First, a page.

Officials said Campania reflected a wider health calamity playing out across much of Italy’s south, which emerged largely unscathed from the initial wave of COVID-19 that mainly battered the north. But it is being hammered by the second wave.
The number of cases nationwide roared past the one million mark this week – with half of those infections emerging in just the last 19 days. The number of deaths totals 42,953 – the sixth highest tally in the world.
Hospitals across the country have struggled to manage the skyrocketing COVID-19 numbers, but the poorer south has appeared particularly ill-equipped to cope despite having all summer to bolster their defences.
The sick in Naples have been administered oxygen and placed on drips through their car windows as they wait for hours for COVID-19 tests or to be admitted to hospital. Further south, on the island of Sicily, the mayor of Palermo warned on Monday his region faced an “inevitable massacre” as infections rose there.
“The north has always had a well-equipped health system spread out across the territory. The situation there might not be optimal, but the south by comparison is a wasteland,” Carlo Palermo, head of the ANAAO-ASSOMED doctors’ union, told Reuters.
Signs of hope in Germany, France but virus strains hospitals
The surge of new coronavirus cases appears to be slowing in Germany and France, generating hopes that the two European heavyweights are beginning to regain control over the pandemic. But authorities said on Thursday, local time, that hospitals are crowded and are likely to face further strain in the coming weeks.
Countries across Europe have implemented more or less drastic lockdown measures in recent weeks as they try to tamp down a resurgence of the pandemic, with numbers of confirmed cases hitting records. They have largely overwhelmed contact-tracing efforts even in Germany, which was credited with handling the pandemic’s first cases well and is still in better shape than most of its neighbours.
Germany’s health minister told his compatriots to brace for a long winter, regardless of whether a partial shutdown succeeds in bringing down the caseload.
“This doesn’t mean that things can really get going again everywhere from December or January, and that we can have wedding parties or Christmas celebrations as if nothing were happening – that won’t work,” Jens Spahn told RBB Inforadio.
“I don’t see having events with more than 10 or 15 people this winter.”
Germany embarked on November 2 on its four-week “lockdown light”. Restaurants, bars, sports and leisure facilities have closed, but schools and shops remain open.
On Thursday, the Robert Koch Institute, Germany’s national disease control centre, said 21,866 new cases were recorded in the past 24 hours in the nation of 83 million. That’s short of a record of 23,399 set on Saturday, but nearly 2000 more than a week earlier.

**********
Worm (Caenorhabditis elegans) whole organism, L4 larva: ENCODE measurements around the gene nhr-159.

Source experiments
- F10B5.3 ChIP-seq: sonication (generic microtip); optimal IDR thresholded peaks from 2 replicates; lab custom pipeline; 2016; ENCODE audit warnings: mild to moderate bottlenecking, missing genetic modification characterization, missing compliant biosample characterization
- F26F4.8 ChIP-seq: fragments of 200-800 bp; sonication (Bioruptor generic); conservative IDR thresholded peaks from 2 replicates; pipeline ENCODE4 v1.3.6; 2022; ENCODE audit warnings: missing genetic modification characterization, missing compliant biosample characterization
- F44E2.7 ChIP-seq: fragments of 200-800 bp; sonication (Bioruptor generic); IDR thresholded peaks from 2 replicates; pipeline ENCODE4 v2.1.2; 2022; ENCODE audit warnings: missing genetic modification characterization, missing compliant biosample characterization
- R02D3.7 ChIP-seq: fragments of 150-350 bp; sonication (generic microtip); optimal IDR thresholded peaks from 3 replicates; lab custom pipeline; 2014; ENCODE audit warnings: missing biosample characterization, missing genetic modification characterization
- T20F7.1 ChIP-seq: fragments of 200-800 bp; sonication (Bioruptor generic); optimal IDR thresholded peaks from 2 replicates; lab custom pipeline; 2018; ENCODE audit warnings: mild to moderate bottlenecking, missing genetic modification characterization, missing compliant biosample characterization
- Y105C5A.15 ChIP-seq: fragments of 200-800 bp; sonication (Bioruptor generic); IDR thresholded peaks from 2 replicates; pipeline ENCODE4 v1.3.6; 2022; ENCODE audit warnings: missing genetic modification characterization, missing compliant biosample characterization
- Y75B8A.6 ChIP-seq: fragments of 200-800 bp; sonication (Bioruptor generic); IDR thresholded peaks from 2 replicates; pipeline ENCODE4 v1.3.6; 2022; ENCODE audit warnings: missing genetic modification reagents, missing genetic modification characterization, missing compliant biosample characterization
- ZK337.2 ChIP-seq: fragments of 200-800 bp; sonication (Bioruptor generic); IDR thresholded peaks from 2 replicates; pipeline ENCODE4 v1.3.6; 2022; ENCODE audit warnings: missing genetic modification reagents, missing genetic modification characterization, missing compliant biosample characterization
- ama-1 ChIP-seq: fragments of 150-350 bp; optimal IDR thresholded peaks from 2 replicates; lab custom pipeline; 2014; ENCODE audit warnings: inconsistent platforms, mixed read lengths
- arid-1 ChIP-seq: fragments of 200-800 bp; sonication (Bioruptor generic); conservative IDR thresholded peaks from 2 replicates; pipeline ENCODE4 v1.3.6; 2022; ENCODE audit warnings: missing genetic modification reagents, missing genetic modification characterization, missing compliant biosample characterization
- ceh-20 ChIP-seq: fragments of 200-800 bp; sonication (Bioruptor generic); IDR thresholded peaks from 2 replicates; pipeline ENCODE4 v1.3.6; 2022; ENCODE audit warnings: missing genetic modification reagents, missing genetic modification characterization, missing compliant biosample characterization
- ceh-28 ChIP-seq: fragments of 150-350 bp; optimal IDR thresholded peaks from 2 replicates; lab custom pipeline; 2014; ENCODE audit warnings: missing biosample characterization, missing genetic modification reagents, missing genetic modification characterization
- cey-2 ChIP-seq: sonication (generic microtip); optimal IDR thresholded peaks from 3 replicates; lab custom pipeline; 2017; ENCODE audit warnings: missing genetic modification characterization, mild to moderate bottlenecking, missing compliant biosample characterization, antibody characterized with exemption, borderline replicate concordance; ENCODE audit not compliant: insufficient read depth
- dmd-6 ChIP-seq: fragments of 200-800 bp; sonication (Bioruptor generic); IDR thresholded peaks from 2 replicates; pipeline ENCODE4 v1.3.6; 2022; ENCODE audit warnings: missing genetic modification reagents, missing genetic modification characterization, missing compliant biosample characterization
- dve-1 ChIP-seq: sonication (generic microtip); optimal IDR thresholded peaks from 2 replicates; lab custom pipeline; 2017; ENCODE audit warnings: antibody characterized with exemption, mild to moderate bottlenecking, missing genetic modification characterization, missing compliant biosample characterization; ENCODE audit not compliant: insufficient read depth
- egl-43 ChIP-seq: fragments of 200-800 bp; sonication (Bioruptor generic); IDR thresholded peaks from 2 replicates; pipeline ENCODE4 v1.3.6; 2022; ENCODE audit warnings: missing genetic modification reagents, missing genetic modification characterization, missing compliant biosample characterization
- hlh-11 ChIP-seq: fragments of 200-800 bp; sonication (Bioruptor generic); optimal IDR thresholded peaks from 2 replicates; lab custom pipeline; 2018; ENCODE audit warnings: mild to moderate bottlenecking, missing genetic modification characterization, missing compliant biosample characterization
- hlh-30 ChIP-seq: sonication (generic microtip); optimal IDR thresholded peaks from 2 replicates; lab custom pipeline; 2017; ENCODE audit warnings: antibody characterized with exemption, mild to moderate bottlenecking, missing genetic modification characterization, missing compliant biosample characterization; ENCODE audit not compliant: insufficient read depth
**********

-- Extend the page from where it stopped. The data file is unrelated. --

Neighbouring France, which has confirmed more infections since the pandemic started than any other European country, is two weeks into a tougher month-long lockdown that has left most adults confined to their homes for all but one hour a day, although schools remain open.
French Prime Minister Jean Castex was expected to announce later on Thursday that authorities were starting to regain control over the virus.
A doctor who has advised the French government, Antoine Flahault, said on BFM television that “after two weeks of lockdown, we are seeing the epidemic get back under control. We are no longer seeing this exponential curve”.
However, doctors warn that hospitals remain crowded and are urging the public to obey lockdown measures. A helicopter was transporting patients on Thursday from saturated hospitals in the Lyon region to the eastern city of Strasbourg.
COVID-related deaths are also still rising, and authorities say more people with the virus have died in French nursing homes so far in November than in the previous five months.
Amid heightened virus fears and the new round of European restrictions, few people are travelling at present. Still, German airline Lufthansa launched a test program that it hopes will ensure health on board and encourage more to fly.
All passengers on a Munich-Hamburg domestic flight on Thursday morning took a so-called antigen test and were only allowed to board after the quick results showed they were negative for the coronavirus. Passengers weren’t charged for the test but were told to arrive an hour earlier to allow time for the results.
“Successful testing of entire flights could be the key to reviving international air traffic,” airline executive Christina Foerster said.
Lufthansa did not immediately have details on how many passengers were on board the first flight.